Equanimity: as firm as a mountain

If your mind becomes firm like a rock
and no longer shakes
In a world where everything is shaking
Your mind will be your greatest friend
and suffering will not come your way. Buddhist poem

Upekkha (Equanimity) is one of the four Brahma-viharas or heavenly abodes. Upekkha is the quality of remaining stable in the midst of everything. Words often used in association with equanimity include acceptance, patience, and stability.

Most of us want to have a mind that is our greatest asset. Equanimity is defined as the mind that doesn’t shake.

Last week, my treasured iMac stopped functioning. I am completely dependent on this beautiful and useful machine and I spend most of my hours with it. I felt helpless, I have not memorized any of my passwords for the bank, email… my website – it’s all in there. I spent the next 7 hours painfully recreating them, and getting an appointment at the genius bar. By late afternoon I felt I could function normally, working on my iPad. I woke up the next day to discover that the iMac was working like nothing had happened! I wasn’t sure whether to rejoice or to get frustrated about how frustrated I was.

Equanimity describes an openness to experience, without being lost in reactions. Without equanimity we might demand that happiness occur as we think it should, rather than staying connected and loving with things as they are.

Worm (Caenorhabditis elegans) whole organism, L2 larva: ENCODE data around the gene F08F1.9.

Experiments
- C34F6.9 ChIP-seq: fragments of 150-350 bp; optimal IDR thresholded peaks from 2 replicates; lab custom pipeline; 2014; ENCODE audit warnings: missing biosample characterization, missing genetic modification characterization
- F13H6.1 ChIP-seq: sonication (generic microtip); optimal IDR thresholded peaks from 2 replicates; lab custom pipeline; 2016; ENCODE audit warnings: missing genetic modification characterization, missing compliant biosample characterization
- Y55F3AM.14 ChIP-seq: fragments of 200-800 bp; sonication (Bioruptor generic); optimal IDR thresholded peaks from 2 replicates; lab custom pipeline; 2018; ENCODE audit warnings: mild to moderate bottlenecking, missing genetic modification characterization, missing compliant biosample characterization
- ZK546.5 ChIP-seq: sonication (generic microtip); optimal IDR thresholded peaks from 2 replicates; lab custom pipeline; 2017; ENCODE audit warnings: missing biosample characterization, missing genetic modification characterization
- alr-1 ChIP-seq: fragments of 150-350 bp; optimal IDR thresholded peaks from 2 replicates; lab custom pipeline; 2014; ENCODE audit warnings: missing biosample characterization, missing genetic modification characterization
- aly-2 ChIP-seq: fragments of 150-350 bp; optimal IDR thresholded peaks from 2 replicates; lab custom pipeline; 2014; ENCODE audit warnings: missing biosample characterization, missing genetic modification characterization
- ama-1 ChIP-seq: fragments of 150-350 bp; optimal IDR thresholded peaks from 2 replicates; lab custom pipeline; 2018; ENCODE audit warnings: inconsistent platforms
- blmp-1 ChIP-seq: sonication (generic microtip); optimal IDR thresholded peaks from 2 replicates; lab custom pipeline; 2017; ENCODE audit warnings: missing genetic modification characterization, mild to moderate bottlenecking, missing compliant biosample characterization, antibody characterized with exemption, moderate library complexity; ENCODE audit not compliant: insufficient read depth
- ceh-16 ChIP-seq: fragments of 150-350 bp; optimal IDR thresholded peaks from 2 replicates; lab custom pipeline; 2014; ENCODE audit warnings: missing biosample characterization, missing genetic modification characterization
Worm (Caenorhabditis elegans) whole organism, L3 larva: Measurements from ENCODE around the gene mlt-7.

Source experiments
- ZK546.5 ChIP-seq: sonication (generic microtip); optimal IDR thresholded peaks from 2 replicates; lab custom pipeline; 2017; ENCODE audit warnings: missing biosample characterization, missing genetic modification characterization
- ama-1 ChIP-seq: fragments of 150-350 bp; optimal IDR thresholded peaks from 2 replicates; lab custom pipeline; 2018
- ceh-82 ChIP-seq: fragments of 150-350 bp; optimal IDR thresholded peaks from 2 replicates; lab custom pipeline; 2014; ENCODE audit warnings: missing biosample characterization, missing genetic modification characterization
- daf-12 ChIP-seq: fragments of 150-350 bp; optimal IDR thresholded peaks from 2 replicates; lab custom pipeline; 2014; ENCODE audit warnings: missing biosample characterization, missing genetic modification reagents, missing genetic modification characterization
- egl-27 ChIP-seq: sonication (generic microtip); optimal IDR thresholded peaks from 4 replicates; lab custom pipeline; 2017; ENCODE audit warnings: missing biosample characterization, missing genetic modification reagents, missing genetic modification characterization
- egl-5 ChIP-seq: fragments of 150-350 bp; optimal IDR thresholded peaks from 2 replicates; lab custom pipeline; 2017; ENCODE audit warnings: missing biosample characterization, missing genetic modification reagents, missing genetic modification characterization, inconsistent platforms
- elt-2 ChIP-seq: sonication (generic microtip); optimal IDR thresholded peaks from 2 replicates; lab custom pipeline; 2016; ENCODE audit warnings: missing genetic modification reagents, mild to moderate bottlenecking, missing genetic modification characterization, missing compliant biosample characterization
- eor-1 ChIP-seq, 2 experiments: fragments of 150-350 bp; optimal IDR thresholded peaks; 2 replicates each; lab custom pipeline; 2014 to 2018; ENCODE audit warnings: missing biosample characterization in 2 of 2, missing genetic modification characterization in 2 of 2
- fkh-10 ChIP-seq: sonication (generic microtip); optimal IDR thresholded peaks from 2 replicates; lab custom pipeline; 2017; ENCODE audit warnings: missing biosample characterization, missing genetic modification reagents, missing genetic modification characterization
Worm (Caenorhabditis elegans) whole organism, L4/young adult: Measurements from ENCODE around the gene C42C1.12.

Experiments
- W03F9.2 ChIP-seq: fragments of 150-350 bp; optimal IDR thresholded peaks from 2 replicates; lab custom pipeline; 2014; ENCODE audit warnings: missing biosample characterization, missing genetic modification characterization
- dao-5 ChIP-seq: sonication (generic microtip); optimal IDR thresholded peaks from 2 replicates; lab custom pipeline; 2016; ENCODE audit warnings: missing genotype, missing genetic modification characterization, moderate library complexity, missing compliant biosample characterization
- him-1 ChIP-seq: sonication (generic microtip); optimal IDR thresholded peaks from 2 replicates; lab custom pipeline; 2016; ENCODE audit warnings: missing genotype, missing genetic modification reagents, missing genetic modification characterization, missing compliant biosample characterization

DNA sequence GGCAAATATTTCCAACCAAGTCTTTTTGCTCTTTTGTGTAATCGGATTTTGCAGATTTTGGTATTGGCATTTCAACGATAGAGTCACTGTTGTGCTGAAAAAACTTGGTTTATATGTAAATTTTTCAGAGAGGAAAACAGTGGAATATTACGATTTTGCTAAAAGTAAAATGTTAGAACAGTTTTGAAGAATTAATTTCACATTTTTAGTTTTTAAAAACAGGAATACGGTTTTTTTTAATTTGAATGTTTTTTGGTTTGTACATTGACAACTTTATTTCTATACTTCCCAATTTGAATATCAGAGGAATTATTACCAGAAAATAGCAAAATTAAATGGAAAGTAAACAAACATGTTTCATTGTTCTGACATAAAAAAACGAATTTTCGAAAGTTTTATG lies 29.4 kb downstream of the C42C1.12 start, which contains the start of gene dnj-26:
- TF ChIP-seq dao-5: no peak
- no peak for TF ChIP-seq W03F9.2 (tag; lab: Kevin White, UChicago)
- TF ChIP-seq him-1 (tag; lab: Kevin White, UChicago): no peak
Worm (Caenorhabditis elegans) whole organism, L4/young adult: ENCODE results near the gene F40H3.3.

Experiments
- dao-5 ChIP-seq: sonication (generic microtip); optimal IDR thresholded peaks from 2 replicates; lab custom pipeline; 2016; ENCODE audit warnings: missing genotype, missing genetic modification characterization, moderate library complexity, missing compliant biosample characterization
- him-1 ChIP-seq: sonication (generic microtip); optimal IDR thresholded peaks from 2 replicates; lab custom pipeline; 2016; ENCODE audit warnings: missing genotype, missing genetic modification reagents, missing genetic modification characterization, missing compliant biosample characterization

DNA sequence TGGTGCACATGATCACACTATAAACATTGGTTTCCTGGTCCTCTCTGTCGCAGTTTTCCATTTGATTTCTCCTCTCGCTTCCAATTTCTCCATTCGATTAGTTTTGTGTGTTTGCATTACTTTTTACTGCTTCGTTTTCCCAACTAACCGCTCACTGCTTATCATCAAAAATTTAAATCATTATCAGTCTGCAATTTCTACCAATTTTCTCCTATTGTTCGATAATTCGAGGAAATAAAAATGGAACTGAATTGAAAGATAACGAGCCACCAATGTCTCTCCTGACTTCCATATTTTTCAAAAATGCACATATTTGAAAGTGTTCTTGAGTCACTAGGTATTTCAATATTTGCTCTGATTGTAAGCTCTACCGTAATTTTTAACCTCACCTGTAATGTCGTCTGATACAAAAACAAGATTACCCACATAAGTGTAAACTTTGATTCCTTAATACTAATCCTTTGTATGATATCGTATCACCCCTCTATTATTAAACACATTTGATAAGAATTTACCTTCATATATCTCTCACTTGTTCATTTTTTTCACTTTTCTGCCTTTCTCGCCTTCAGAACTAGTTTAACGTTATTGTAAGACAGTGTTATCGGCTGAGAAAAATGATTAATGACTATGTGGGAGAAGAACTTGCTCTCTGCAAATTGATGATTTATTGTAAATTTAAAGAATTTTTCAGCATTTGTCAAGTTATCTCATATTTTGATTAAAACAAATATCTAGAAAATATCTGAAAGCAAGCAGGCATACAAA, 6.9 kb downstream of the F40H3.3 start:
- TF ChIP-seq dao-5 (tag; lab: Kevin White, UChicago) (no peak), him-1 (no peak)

When we care, we try to help, but we can’t always alleviate pain and like this example. There lived a wealthy merchant named Anathapindika who was a great benefactor of the Buddha and he provided capital for many of his relatives to start businesses. But Anathapindika had a relative who was a spendthrift, repeatedly asked for more and Anathapindika provided. One day he said “Enough!” The relative continued his ways, became destitute and died. Anathapindika was distraught and asked the Buddha, “Should I have given him more?” The Buddha responded that Anathapindika did what he could with pure intention, but he could not control another’s actions.

Even when things don’t turn out the way we want, equanimity instils the mind with a calmness.

Equanimity is not indifference or withdrawal but accepting the world as it is, including pain. But while suffering is part of this world that is dominated by ignorance – it engages and responds anyway.

As the teaching goes:

Just as a rocky mountain is not moved by storms, so sights, sounds, tastes, smells, contacts and ideas, whether desirable or undesirable, will never stir one of steady nature, whose mind is firm and free.

I read about a Western teacher who traveled to India. Upon arrival, she needed local clothes, so she bought material and went to a tailor. He took her measurements and said to come back next week. When she returned, the clothes were not ready, but the tailor said “Come back tomorrow.” Indians or those who have spent time there recognize this. Each day she would visit the tailor, and each day he said “Tomorrow.” She realized that tomorrow does not mean the same thing in each culture. If you didn’t practice equanimity, you would have been on the first plane out, she said.

Many expectations will not be fulfilled. When we are disappointed, it is an excellent opportunity to examine the experience by turning inward and looking at the one who is disturbed. In this way, it is possible to reconnect with the open and clear nature of mind.

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